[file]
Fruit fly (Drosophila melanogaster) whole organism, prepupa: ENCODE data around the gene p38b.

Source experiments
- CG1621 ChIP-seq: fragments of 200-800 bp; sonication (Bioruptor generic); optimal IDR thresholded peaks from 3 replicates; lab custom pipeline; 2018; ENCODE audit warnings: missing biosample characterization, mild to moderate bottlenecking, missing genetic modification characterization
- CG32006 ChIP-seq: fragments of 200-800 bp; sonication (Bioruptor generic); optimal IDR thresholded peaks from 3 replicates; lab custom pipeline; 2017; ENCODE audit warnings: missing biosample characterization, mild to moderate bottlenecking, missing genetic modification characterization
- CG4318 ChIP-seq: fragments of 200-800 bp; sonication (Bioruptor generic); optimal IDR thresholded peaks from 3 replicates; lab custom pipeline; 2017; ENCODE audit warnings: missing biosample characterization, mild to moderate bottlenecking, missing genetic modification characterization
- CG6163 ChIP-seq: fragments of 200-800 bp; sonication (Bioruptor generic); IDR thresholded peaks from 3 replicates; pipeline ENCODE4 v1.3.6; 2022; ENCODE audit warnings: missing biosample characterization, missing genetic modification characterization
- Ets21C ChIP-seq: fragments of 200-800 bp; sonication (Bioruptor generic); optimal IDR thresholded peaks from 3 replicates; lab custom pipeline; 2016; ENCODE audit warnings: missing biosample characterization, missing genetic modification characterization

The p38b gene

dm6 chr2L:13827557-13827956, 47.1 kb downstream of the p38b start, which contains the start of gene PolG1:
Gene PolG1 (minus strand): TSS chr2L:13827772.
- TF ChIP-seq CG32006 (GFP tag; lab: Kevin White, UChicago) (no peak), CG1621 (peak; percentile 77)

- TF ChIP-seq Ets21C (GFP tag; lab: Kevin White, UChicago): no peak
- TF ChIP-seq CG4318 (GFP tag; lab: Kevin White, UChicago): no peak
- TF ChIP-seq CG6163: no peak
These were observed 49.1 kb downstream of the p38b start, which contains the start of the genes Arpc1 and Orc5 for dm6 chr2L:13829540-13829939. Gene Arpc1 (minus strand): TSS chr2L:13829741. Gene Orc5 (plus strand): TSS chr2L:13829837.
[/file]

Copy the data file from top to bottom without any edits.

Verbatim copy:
Fruit fly (Drosophila melanogaster) whole organism, prepupa: ENCODE data around the gene p38b.

Source experiments
- CG1621 ChIP-seq: fragments of 200-800 bp; sonication (Bioruptor generic); optimal IDR thresholded peaks from 3 replicates; lab custom pipeline; 2018; ENCODE audit warnings: missing biosample characterization, mild to moderate bottlenecking, missing genetic modification characterization
- CG32006 ChIP-seq: fragments of 200-800 bp; sonication (Bioruptor generic); optimal IDR thresholded peaks from 3 replicates; lab custom pipeline; 2017; ENCODE audit warnings: missing biosample characterization, mild to moderate bottlenecking, missing genetic modification characterization
- CG4318 ChIP-seq: fragments of 200-800 bp; sonication (Bioruptor generic); optimal IDR thresholded peaks from 3 replicates; lab custom pipeline; 2017; ENCODE audit warnings: missing biosample characterization, mild to moderate bottlenecking, missing genetic modification characterization
- CG6163 ChIP-seq: fragments of 200-800 bp; sonication (Bioruptor generic); IDR thresholded peaks from 3 replicates; pipeline ENCODE4 v1.3.6; 2022; ENCODE audit warnings: missing biosample characterization, missing genetic modification characterization
- Ets21C ChIP-seq: fragments of 200-800 bp; sonication (Bioruptor generic); optimal IDR thresholded peaks from 3 replicates; lab custom pipeline; 2016; ENCODE audit warnings: missing biosample characterization, missing genetic modification characterization

The p38b gene

dm6 chr2L:13827557-13827956, 47.1 kb downstream of the p38b start, which contains the start of gene PolG1:
Gene PolG1 (minus strand): TSS chr2L:13827772.
- TF ChIP-seq CG32006 (GFP tag; lab: Kevin White, UChicago) (no peak), CG1621 (peak; percentile 77)

- TF ChIP-seq Ets21C (GFP tag; lab: Kevin White, UChicago): no peak
- TF ChIP-seq CG4318 (GFP tag; lab: Kevin White, UChicago): no peak
- TF ChIP-seq CG6163: no peak
These were observed 49.1 kb downstream of the p38b start, which contains the start of the genes Arpc1 and Orc5 for dm6 chr2L:13829540-13829939. Gene Arpc1 (minus strand): TSS chr2L:13829741. Gene Orc5 (plus strand): TSS chr2L:13829837.